Modern urban gaming seems to bring together our love for architecture, design and creative technology with our passion for play and collaboration. It offers the potential to creatively explore physical territories as the domain of the digital, facilitating interaction with our real world environment in a playful, yet sophisticated way.
Of course, gamers and urban explorers are nothing new (arcades and skateboards go back quite a few decades!) but this new type of game play reaches beyond typical gaming circles, exploiting the inherently social aspect of our modern, digital habits to appeal to a wider audience and facilitate collaboration and casual game play amongst different groups.
Game designers and events companies are finding increasingly interesting ways to turn cities (and the world beyond) into giant playgrounds, bringing new meaning to our urban environments, and changing the way we interact with them (and each other) in a positive way.
The great thing about urban games of the past few years is that they take on many different incarnations and functions. From tech-free, urban runarounds such as 2.8 Hours Later, to tech-led, treasure hunt craze Geocaching, urban gaming manages to occupy and move between virtual and real world environments with ease.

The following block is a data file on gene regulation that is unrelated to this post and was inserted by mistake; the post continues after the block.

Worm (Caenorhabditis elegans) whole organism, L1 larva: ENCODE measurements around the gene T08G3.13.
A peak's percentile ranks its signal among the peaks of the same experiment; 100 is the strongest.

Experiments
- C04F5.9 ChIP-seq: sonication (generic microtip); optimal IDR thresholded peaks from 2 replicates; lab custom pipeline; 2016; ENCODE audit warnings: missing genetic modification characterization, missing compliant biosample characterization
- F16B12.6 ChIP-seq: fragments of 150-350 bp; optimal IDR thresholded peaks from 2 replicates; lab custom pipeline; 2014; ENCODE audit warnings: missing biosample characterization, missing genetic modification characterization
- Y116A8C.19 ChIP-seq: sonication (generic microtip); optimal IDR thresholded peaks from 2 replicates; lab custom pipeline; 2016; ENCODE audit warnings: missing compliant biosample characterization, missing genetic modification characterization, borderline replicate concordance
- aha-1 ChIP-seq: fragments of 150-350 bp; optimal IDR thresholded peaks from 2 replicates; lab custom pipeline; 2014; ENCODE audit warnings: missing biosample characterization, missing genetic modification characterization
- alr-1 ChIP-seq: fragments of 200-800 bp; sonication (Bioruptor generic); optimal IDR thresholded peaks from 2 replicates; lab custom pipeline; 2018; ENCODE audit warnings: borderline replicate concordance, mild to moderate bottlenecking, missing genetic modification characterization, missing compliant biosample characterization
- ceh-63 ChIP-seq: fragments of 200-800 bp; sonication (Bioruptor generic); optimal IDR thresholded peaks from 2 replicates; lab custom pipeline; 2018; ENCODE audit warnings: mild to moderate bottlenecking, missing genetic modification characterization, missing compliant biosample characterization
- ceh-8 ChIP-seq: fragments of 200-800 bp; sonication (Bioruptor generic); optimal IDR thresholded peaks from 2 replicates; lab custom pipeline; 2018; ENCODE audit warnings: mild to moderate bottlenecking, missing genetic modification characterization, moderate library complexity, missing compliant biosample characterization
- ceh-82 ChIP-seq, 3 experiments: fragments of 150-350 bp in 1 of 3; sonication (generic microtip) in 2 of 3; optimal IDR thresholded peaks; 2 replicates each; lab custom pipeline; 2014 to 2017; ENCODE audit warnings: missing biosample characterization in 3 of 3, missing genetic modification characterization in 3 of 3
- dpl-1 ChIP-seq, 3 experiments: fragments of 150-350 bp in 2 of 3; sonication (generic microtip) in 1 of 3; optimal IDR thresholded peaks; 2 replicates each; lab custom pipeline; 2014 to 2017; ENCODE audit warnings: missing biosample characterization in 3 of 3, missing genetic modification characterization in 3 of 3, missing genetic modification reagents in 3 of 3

“Urban gaming offers us a way of restoring the physical to our digital experiences.”
Game design studio Hide and Seek explore this duality brilliantly, creating games for all manner of users. Tiny Games, for instance, is a fantastic example of how quick and simple interactive urban gaming can be, whereas The Building Is... explores a more elaborate and sophisticated mode of playful interaction.
The evolution of urban gaming offers us a way of restoring the physical to our digital experiences, reigniting social interactions in a playful and often beautiful way. Next time you're out and about, keep your eyes open - you never know what game might be there just waiting to be played!
02 February 2014